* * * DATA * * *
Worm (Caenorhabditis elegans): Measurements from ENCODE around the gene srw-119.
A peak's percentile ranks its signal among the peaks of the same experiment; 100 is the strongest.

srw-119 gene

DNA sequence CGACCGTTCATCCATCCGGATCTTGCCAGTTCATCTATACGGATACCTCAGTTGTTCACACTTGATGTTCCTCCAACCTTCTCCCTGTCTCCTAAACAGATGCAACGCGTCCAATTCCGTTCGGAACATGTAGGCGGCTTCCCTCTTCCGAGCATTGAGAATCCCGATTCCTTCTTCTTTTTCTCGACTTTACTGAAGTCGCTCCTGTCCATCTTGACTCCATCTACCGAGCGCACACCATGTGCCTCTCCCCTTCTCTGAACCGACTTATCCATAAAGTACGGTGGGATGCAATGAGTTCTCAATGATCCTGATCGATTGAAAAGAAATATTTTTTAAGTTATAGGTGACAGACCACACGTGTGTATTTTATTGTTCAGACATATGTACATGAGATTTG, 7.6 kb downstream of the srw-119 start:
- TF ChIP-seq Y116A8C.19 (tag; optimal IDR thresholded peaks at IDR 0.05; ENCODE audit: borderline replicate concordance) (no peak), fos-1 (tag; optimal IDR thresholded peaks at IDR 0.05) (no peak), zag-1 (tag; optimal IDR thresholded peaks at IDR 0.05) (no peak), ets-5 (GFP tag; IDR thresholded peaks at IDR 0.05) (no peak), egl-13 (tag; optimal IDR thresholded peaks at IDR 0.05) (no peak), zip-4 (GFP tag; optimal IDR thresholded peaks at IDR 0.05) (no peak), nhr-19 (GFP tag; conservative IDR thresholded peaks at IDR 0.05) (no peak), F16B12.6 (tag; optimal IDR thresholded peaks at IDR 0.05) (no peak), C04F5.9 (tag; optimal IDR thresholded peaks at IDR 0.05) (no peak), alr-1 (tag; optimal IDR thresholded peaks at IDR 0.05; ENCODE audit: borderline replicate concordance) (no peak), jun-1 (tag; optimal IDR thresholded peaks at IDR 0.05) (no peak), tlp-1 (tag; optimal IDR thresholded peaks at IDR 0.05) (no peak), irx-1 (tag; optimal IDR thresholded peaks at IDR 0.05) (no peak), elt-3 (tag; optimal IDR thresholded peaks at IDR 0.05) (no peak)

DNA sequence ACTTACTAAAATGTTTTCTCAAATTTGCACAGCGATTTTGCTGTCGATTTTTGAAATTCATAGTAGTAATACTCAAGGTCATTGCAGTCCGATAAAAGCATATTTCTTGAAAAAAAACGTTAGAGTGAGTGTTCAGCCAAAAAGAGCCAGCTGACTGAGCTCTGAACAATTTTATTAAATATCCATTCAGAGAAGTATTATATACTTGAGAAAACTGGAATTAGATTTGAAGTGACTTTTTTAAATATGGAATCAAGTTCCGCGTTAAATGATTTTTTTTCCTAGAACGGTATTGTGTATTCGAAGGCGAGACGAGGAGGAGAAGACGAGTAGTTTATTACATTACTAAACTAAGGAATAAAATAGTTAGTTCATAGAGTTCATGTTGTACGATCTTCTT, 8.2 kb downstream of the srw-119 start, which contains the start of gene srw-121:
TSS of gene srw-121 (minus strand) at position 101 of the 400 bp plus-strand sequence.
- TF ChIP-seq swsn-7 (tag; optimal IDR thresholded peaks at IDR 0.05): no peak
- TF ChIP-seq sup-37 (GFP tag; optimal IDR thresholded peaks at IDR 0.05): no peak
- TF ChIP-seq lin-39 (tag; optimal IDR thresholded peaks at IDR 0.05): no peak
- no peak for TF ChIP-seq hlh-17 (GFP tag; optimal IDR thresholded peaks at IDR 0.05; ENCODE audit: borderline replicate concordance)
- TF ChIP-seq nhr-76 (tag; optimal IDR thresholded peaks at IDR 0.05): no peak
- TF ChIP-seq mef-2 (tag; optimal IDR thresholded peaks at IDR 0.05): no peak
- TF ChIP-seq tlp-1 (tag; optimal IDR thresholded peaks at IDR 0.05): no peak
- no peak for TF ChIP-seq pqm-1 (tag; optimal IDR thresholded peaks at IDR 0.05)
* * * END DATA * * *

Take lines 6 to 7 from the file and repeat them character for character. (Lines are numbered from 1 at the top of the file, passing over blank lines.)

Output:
DNA sequence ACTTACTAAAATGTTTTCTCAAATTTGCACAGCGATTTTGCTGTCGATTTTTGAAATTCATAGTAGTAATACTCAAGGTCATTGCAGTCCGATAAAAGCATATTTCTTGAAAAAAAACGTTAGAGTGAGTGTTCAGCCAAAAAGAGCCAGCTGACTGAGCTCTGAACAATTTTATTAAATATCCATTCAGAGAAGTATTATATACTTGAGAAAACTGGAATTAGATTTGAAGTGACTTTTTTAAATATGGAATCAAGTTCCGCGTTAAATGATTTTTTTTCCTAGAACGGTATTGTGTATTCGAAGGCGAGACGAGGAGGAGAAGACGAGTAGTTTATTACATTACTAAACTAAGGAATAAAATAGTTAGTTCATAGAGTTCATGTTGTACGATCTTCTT, 8.2 kb downstream of the srw-119 start, which contains the start of gene srw-121:
TSS of gene srw-121 (minus strand) at position 101 of the 400 bp plus-strand sequence.